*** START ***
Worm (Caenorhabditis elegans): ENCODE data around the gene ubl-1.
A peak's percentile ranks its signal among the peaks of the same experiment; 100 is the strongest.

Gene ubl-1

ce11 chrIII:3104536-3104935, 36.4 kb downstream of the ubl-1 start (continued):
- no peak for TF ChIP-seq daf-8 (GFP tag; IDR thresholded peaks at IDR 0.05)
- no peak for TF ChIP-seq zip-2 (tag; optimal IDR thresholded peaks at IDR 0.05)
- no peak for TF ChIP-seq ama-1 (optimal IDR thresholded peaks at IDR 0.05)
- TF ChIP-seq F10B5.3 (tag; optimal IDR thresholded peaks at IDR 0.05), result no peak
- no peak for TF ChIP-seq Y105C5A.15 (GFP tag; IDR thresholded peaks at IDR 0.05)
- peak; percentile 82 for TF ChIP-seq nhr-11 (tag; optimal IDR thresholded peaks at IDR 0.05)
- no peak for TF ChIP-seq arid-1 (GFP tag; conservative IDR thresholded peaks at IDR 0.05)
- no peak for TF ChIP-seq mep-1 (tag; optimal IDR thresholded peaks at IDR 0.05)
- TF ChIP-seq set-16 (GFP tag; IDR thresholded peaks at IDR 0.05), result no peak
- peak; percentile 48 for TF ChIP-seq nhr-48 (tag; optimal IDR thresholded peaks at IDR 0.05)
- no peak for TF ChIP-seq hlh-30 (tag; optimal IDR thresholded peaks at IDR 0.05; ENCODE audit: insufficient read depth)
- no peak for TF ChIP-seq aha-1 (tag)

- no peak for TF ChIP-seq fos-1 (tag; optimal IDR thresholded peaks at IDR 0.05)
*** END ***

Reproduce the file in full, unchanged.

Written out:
Worm (Caenorhabditis elegans): ENCODE data around the gene ubl-1.
A peak's percentile ranks its signal among the peaks of the same experiment; 100 is the strongest.

Gene ubl-1

ce11 chrIII:3104536-3104935, 36.4 kb downstream of the ubl-1 start (continued):
- no peak for TF ChIP-seq daf-8 (GFP tag; IDR thresholded peaks at IDR 0.05)
- no peak for TF ChIP-seq zip-2 (tag; optimal IDR thresholded peaks at IDR 0.05)
- no peak for TF ChIP-seq ama-1 (optimal IDR thresholded peaks at IDR 0.05)
- TF ChIP-seq F10B5.3 (tag; optimal IDR thresholded peaks at IDR 0.05), result no peak
- no peak for TF ChIP-seq Y105C5A.15 (GFP tag; IDR thresholded peaks at IDR 0.05)
- peak; percentile 82 for TF ChIP-seq nhr-11 (tag; optimal IDR thresholded peaks at IDR 0.05)
- no peak for TF ChIP-seq arid-1 (GFP tag; conservative IDR thresholded peaks at IDR 0.05)
- no peak for TF ChIP-seq mep-1 (tag; optimal IDR thresholded peaks at IDR 0.05)
- TF ChIP-seq set-16 (GFP tag; IDR thresholded peaks at IDR 0.05), result no peak
- peak; percentile 48 for TF ChIP-seq nhr-48 (tag; optimal IDR thresholded peaks at IDR 0.05)
- no peak for TF ChIP-seq hlh-30 (tag; optimal IDR thresholded peaks at IDR 0.05; ENCODE audit: insufficient read depth)
- no peak for TF ChIP-seq aha-1 (tag)

- no peak for TF ChIP-seq fos-1 (tag; optimal IDR thresholded peaks at IDR 0.05)